I don’t make maps. I certainly never thought about myself as a mapmaker. Except for little sketch maps to give people directions, these maps of Boylan Heights are about the only maps I’ve done. When Ira asked about my mapmaking, it was these that came to mind. Ira so loved what I was saying that a second interview unfolded from the first, and that was the stuff he used for the show.
This American Life has a website and the show’s producer wanted maps to put on it. I’m not kidding when I say the maps were in boxes under a table, in a bunch of boxes under a table, this stuff jumbled up there, that here. Any remnant order had been destroyed when I’d moved my office. The show proved popular and has been replayed often during the past ten years.
Jack-o-lantern Map (2.8mb PDF here)
The atlas was going to be three sections, corresponding to what we’d decided neighborhoods did. This was to transform universal stuff – things in general – into particular things, into the ding an sich. And vice versa.
For openers a section concerned with stars and sunlight, rock and water, leaf and tree … in general. Except for the map of pumpkins, the maps we completed are from this section.
Street Light Map (2.6mb PDF here)
For closers a section concerned with the same things but … as they uniquely manifest themselves in their individuality, which is where the pumpkins would have been. In this section we’d concern ourselves with this shadow cast by this streetlight on this sidewalk at this moment. One night we walked the neighborhood with a light meter – it took hours – recording tiny incremental changes in light levels. From this we drafted (but never finished) a map of the light at night (different from the streetlight map which is no more than a map of the locations of the streetlights). As part of the spread we’d planned a very detailed rendering of a single block face. The background would consist of a photographic image of individual shadows on an individual sidewalk. It would be like … zooming in on the pattern.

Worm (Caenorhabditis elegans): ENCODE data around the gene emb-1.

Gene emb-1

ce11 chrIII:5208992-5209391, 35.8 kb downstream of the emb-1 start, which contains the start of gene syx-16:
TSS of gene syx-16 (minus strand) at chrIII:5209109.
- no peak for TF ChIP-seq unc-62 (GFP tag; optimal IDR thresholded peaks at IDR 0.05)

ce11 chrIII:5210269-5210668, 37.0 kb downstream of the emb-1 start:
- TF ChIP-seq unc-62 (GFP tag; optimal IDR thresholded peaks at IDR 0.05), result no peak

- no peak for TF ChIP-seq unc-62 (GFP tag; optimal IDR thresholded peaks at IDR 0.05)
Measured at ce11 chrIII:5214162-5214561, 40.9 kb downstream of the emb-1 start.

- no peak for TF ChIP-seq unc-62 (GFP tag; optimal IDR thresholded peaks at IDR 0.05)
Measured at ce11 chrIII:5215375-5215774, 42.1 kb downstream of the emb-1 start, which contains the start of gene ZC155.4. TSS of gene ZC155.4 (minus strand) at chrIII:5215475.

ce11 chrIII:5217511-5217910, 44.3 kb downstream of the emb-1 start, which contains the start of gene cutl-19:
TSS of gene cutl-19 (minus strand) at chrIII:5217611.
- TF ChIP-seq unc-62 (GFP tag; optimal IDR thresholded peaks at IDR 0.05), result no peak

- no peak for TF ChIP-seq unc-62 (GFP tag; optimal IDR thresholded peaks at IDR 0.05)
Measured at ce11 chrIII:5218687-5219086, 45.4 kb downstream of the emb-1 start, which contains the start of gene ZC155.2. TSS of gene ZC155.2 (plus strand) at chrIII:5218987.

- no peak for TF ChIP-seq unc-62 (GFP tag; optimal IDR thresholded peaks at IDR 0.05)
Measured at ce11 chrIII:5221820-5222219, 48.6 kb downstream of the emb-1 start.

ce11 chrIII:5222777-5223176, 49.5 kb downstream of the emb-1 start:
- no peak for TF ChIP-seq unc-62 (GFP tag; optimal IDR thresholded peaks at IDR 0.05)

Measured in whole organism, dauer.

In between these general and particular sections came the transformer section. At issue here was how Boylan Heights transformed a citizen of Raleigh (someone who could vote in its elections) into a unique individual (who had brown hair and green eyes and so on) and who lived here (at this unique address); precisely as the neighborhood transformed this individual, by dint of living at that address in Boylan Heights, into a citizen of Raleigh (just one of many). This section would have had a strongly processual, indeed historical character.
Among other things, we’d compiled a record of every property transaction from the subdivision of the original plantation grant to the present (this in the late 1970s (it would have to be updated (which at this point would not be easy (but extremely interesting)))).
We envisioned 64 double-page spreads, close to a hundred maps altogether, maybe more. In addition to those here, and more or less at random: sounds (walking the neighborhood with a sound meter, et cetera), mentions in the neighborhood newsletter, crime, fences, sidewalk graffiti, viewsheds (what of the rest of the city can be seen from any location in Boylan Heights), housetypes, yard furniture, landscaping, property values, property ownership, trees by category and species (many maps), the embeddedness of the neighborhood in other zones and districts (police precinct, school attendance zones, voting precincts, et cetera), time-space maps (of the paperboy’s route, the mailman’s route, city bus routes, et cetera), magazine subscriptions (we’d done an elaborate door-to-door survey in 1976, some of which we replicated in 1982 (it’s time to do it again)), weather, the color of the leaves in the fall …
There were going to be a lot of historical maps.
I’d mounted an insolometer on my roof to measure incoming solar radiation.
No wonder we ran out of energy!!
Let me describe some of the maps in a little more detail.